By Billd

Construction leaders discussing project plans at job site

As the commercial construction industry continues to face challenges related to rising material costs and labor shortages, subcontractors find themselves bearing the brunt of these expenses. In its third annual construction industry market report, Billd reveals alarming statistics regarding the financial burden placed on subcontractors. The 2023 National Subcontractor Market Report sheds light on the significant additional costs incurred by subcontractors in 2022, amounting to a staggering $97 billion.

In this blog post, we will delve into the report’s key findings, explore the impact of rising costs on subcontractors, and discuss potential solutions for commercial developers navigating these challenges in the coming year.

2023 National Subcontractor report

National Subcontractor Market Report Shows Rising Input Costs

The first major challenge highlighted in the report is the substantial increase in material cost, which surged by 26% in 2022. Subcontractors, who largely front the costs of these materials, faced significant financial strain as a result. Moreover, the report reveals that 81% of surveyed subcontractors reported a negative effect on their businesses due to rising material costs. This upward trend is expected to persist, with 80% of respondents anticipating further increases in the coming year.

Furthermore, the construction industry continues to grapple with an unwavering labor shortage. Subcontractors saw an average increase of 15% in labor cost, intensifying the financial burden of their project staples. The shortage of skilled laborers and increased competition for available workers contribute to rising labor costs.

The total unexpected additional cost to subcontractors for materials and labor in 2022: $97 billion dollars.

$97 billion dollar increase in material and labor costs that subs paid vs. expectations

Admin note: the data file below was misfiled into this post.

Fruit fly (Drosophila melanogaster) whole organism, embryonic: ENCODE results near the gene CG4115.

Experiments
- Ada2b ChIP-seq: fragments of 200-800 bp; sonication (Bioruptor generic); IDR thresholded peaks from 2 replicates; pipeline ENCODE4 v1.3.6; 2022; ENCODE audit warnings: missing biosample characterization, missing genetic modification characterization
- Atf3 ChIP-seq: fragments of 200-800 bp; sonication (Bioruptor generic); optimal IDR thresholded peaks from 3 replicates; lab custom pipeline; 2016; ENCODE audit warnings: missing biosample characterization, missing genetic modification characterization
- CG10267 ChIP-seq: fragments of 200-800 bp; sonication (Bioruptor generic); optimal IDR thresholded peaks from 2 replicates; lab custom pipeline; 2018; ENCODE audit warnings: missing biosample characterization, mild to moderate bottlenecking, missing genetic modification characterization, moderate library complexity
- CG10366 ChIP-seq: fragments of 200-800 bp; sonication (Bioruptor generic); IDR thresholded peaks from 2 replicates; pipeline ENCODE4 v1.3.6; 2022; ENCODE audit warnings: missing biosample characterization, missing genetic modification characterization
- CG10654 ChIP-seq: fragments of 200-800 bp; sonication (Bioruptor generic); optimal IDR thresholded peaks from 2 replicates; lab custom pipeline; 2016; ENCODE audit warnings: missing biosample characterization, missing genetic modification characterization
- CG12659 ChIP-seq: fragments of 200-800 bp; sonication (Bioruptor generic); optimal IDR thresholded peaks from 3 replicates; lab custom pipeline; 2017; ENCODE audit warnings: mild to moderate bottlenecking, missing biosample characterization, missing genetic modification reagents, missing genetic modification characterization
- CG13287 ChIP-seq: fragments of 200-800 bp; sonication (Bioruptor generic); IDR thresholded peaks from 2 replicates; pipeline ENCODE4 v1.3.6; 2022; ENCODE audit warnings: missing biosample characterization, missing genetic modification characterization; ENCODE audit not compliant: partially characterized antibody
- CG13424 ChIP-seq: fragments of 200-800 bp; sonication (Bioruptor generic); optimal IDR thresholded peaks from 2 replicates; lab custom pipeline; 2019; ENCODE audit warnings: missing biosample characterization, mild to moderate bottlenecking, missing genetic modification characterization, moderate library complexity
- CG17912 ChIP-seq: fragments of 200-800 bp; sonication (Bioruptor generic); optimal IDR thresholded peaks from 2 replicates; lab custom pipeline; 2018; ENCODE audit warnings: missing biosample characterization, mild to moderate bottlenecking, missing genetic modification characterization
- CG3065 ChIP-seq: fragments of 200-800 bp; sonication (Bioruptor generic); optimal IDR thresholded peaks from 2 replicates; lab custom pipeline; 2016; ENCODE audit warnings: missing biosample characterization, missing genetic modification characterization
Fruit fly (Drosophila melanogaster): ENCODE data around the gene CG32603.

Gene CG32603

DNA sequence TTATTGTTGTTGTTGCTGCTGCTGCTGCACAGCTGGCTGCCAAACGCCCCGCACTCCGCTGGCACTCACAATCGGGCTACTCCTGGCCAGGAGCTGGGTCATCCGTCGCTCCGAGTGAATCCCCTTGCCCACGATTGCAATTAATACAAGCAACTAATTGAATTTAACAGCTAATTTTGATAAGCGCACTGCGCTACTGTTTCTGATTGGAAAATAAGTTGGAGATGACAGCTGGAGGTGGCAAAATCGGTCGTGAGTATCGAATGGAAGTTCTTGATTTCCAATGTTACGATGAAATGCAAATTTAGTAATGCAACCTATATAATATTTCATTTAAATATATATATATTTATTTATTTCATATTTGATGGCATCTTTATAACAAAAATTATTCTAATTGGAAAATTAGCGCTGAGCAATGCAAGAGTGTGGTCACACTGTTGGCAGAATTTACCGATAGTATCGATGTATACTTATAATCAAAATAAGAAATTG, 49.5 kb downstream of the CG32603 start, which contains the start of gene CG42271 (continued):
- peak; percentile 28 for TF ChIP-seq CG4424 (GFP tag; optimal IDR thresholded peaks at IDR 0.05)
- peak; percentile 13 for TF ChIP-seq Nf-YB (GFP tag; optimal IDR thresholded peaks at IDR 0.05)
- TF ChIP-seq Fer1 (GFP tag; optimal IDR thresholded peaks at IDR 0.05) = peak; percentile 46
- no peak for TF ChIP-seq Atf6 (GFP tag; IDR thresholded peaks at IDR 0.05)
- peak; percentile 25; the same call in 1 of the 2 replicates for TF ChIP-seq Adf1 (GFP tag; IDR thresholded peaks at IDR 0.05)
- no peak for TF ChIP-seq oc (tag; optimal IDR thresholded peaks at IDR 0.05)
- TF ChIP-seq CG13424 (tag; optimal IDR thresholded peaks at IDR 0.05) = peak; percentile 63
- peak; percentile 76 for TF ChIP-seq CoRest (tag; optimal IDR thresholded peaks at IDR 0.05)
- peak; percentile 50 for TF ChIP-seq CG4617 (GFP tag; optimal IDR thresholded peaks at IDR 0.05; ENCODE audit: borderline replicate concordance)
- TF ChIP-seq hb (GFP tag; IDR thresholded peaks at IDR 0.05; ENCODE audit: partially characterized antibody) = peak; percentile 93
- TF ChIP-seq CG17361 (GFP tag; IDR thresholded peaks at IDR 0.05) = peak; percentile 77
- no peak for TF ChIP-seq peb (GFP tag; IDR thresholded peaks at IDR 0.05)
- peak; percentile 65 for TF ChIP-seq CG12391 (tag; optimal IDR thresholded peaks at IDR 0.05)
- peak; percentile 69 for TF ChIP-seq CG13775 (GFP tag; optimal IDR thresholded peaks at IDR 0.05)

Cash Flow in Jeopardy According to National Subcontractor Market Report

Because of the nature of the repayment cycle in construction, subcontractors covered the entirety of these costs (not just the overage) out of pocket before receiving payment. The average time from work commencement to payment is 74 days, with some waiting much longer than that. The resulting strain on their cash flow limits their ability to take on the projects they need for growth while impacting their ability to deliver committed projects on time and within budget.

Inforgraphic shows it took 74 days the average number of days subs waited to ger paid after fronting project costs.

Decline in Profitability


Despite efforts to mitigate the impact of rising costs, subcontractors faced difficulties in maintaining profitability. The report indicates that 57% of businesses reported a decrease in profitability, even though 61% experienced revenue growth. This discrepancy highlights the significant strain imposed on subcontractors’ margins. One contributing factor is the low-bid environment that subcontractors operate in; one-third of survey respondents were unable to raise their bids commensurate with their rising expenses. As a result, subcontractors were forced to absorb a substantial portion of the additional costs, further squeezing their profit margins.


How Commercial Developers Can Mitigate Risk

The findings of the 2023 National Subcontractor Market Report highlight not only the financial challenges subcontractors face but also the potential risks that commercial developers may encounter as a result. The increasing financial strain on subcontractors can have far-reaching consequences for successfully completing construction projects. It is essential for commercial developers to be aware of these risks and take proactive steps to mitigate them.

One of the primary risks faced by commercial developers is subcontractor default. When subcontractors face a significant financial strain, they may struggle to fulfill their contractual obligations, leading to delays in project schedules and increases in damages. To mitigate this risk, developers should work with general contractors to adopt strategies promoting financial stability and resilience for subcontractors.